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What is the state of Christianity in China? Some scholars say that China is invulnerable to religion. In contrast, others say that past efforts of missionaries have failed, writing off those converted as nothing more than “rice Christians” or cynical souls who had frequented the missions for the benefits they provided. Some wonder if the Cultural Revolution extinguished any chances of Christianity in China.

Rodney Stark and Xiuhua Wang offer a different perspective, arguing that Christianity is alive, well, and on the rise. Stark approaches the topic from an extensive research background in Christianity and Chinese history, and Wang provides an inside look at Christianity and its place in her home country of China. Both authors cover the history of religion in China, disproving older theories concerning the number of Christians and the kinds of Christians that have emerged in the past 155 years. Stark and Wang claim that when just considering the visible Christians—those not part of underground churches—thousands of Chinese are still converted to Christianity daily, and forty new churches are opening each week.

A Star in the East draws on two major national surveys to sketch a close-up of religion in China. A reliable estimate is that by 2007 there were approximately 60 million Christians in China. If the current growth rate were to hold until 2030, there would be more Christians in China—about 295 million—than in any other nation. This trend has significant implications, not just for China but for the greater world order. It is probable that Chinese Christianity will splinter into denominations, likely leading to the same political, social, and economic ramifications seen in the West today.

Whether you’re new to studying Christianity in China or whether this has been your area of interest for years, A Star in the East provides a reliable, thought-provoking, and engaging account of the resilience of the Christian faith in China and the implications it has for the future.

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“Sociologist Rodney Stark has done it again.  Readers who enjoyed his earlier works on the Crusades, the rise of Christianity in the Roman Empire, and Christianity’s role in ending slavery will be grateful that he has now applied his brilliance to China.”

—David Aikman, author of Jesus in Beijing and other books, and former China correspondent for TIME magazine

“This is a concise, well-written, and stimulating account of the growth and prospects of Christianity in the world’s largest socialist society.  Rodney Stark, a leading theorist in the sociology of religion, well-known for his explanations of the rise of Christianity in the Mediterranean world, collaborates with a young scholar from mainland China to describe and explain the extraordinary recent growth of Christianity in China. Highly recommended.”

—Graeme Lang, retired professor of sociology (2014), and founder of Asian and International Studies, City University of Hong Kong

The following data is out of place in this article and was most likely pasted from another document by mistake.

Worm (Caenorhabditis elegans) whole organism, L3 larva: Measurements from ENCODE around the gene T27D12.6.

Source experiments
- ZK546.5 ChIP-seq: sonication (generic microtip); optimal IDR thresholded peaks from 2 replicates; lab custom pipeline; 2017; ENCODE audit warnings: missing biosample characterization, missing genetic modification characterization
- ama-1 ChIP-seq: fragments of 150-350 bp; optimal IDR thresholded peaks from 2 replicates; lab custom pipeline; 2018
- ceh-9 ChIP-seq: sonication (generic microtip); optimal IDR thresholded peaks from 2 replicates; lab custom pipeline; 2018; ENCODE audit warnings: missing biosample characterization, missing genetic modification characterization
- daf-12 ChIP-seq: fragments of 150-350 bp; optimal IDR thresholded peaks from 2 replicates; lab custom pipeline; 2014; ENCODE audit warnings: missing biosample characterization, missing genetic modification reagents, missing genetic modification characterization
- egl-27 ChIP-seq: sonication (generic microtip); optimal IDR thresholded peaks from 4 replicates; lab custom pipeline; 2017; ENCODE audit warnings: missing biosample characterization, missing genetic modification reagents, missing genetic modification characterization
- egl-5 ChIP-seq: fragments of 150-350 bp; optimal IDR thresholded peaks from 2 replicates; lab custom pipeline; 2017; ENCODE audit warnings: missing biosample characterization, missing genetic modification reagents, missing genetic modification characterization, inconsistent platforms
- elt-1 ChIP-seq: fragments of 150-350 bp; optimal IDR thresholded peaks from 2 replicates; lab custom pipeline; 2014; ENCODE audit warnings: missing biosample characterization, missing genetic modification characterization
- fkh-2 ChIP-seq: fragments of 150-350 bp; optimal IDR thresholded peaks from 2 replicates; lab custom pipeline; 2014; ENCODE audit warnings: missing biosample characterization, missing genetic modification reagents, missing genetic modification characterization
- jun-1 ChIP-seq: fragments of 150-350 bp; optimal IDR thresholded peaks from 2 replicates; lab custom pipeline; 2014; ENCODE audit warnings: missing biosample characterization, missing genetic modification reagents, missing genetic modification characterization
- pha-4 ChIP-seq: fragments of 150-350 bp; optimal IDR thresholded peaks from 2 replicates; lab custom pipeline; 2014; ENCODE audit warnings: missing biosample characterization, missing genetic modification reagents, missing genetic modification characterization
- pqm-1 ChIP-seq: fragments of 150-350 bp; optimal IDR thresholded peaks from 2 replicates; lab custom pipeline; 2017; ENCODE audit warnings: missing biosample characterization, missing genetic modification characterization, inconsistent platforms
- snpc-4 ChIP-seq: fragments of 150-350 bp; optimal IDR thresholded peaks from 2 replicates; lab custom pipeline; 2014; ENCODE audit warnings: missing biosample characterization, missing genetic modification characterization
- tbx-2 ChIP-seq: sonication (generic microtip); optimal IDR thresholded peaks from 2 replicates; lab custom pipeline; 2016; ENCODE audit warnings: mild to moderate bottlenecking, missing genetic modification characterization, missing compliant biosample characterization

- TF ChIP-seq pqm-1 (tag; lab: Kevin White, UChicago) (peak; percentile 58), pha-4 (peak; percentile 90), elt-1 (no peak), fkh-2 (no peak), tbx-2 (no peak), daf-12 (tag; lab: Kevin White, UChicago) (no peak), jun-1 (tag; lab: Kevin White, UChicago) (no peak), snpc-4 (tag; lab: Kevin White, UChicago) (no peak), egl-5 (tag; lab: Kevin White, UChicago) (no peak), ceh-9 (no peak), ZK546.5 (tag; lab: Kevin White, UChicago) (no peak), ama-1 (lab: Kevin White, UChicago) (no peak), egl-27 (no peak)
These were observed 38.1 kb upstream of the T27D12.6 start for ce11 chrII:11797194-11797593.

“In this brief, very readable account of Christianity in China, authors Stark and Wang argue that cultural incongruity has opened Chinese hearts and minds to the Christian faith, while familial and social networking accounts for the robust conversion patterns. And contrary to theories that reduce religion to consolation for the poor and marginal, Stark and Wang find that Chinese Christianity is more favored by the affluent and well-educated.  This book is a valuable addition to the growing effort to understand Christianity’s rise in China.”

—Joel Carpenter, Nagel Institute for the Study of World Christianity, Calvin College

“Books on contemporary China have proliferated in recent years, and plenty of them address the remarkable growth of Christianity. What makes A Star in the East wholly distinctive though— and so valuable—is its reliance on credible and strictly current quantitative evidence. The book thus provides an essential foundation for any future discussion of the religious scene in contemporary China.”

—Philip Jenkins, Baylor University

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Preface / ix

Chapter 1: The New Religious Awakening in China / 1

Chapter 2: Christian Missions to China: 1860–1950 / 13

Chapter 3: Repression and Christian Resistance / 43

Chapter 4: Converting the Educated / 75

Chapter 5: Converting Rural China / 91

Chapter 6: Future Prospects and Consequences / 113

Notes / 127

Bibliography / 131

Index / 141

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“Faith and reason, persecution and resurgence—even a section on the importance of social networks—each makes this book both deep and engrossing.”

—Tyler O’Neil, PJ Media

A Star in the East is a must-read for anyone interested in the story of what God has been up to in China.”

—Joann Pittman, The Gospel Coalition

“Stark and Wang provide a much-needed resource for those interested in the current spiritual awakening in China.”

—Nate Muse, Journal of Global Christianity

“The book is a short and easy read and will help you to get a quick understanding of the changing religious situation in China.”

—Jared Staud, Denver Catholic

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